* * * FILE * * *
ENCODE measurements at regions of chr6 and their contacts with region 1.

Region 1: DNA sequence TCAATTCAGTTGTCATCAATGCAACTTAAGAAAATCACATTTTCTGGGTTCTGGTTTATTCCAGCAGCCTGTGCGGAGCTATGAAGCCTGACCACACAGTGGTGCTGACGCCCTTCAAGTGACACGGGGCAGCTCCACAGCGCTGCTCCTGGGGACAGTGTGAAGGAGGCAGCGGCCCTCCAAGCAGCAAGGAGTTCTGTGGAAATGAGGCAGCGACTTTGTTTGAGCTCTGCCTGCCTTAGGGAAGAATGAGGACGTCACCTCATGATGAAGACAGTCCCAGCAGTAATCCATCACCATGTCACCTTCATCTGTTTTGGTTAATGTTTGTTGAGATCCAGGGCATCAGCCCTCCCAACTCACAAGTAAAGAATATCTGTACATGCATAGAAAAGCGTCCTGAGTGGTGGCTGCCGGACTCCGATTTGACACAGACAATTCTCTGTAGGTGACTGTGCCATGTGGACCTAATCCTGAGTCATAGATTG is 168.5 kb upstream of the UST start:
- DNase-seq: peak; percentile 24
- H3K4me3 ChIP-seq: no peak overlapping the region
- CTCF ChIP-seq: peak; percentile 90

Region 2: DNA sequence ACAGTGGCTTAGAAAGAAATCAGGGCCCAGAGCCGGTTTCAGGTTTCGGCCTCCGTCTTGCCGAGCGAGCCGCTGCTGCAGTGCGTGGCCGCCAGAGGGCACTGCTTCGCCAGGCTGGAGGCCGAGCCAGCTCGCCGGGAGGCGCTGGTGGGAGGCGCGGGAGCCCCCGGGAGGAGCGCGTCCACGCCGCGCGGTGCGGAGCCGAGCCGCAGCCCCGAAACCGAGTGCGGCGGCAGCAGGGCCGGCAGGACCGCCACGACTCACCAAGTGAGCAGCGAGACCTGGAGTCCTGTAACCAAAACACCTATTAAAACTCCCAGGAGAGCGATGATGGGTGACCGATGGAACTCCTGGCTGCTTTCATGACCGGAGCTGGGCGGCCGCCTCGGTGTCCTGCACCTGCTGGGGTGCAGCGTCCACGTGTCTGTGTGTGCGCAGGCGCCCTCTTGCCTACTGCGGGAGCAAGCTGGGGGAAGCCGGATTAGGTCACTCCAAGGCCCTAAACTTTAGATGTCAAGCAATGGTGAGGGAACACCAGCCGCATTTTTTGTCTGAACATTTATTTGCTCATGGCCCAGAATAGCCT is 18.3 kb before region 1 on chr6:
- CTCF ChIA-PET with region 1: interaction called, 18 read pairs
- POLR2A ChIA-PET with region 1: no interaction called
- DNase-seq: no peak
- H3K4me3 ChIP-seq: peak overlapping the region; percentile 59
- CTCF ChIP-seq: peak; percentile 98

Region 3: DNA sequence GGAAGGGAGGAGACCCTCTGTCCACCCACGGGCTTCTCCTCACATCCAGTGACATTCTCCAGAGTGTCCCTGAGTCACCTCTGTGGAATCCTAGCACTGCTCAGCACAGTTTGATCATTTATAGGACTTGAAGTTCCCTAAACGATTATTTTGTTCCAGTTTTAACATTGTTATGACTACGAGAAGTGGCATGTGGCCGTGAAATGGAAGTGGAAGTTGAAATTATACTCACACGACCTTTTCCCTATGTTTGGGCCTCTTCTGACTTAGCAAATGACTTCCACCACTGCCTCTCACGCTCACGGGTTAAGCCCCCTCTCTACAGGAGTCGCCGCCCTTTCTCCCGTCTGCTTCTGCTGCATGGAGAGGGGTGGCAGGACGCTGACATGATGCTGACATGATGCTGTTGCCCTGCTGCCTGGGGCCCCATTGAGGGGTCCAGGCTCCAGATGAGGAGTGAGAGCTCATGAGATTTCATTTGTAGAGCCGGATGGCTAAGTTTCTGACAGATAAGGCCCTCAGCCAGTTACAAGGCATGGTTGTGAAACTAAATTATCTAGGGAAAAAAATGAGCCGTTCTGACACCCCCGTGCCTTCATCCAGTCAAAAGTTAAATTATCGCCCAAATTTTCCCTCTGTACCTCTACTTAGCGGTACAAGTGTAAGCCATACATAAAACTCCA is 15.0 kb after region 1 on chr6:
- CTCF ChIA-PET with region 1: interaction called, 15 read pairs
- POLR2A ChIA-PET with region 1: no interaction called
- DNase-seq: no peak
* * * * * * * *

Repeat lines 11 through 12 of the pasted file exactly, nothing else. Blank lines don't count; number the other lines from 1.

- CTCF ChIP-seq: peak; percentile 98

Region 3: DNA sequence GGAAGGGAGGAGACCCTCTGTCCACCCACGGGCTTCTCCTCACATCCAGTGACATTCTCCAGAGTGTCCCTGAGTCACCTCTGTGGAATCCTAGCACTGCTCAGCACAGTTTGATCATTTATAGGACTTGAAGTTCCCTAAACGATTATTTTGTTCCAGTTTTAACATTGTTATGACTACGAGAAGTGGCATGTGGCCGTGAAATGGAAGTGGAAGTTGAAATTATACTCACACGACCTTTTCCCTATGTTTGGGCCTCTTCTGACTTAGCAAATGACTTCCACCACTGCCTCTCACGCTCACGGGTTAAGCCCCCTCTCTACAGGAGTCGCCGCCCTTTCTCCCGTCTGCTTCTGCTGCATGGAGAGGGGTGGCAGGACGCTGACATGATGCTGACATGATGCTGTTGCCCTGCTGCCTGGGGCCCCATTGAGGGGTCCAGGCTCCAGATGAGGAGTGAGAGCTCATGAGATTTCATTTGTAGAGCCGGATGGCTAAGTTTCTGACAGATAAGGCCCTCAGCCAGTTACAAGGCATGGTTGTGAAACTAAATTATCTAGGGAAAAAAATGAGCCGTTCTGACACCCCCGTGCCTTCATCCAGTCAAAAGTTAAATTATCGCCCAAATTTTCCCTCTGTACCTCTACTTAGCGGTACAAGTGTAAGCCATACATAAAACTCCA is 15.0 kb after region 1 on chr6: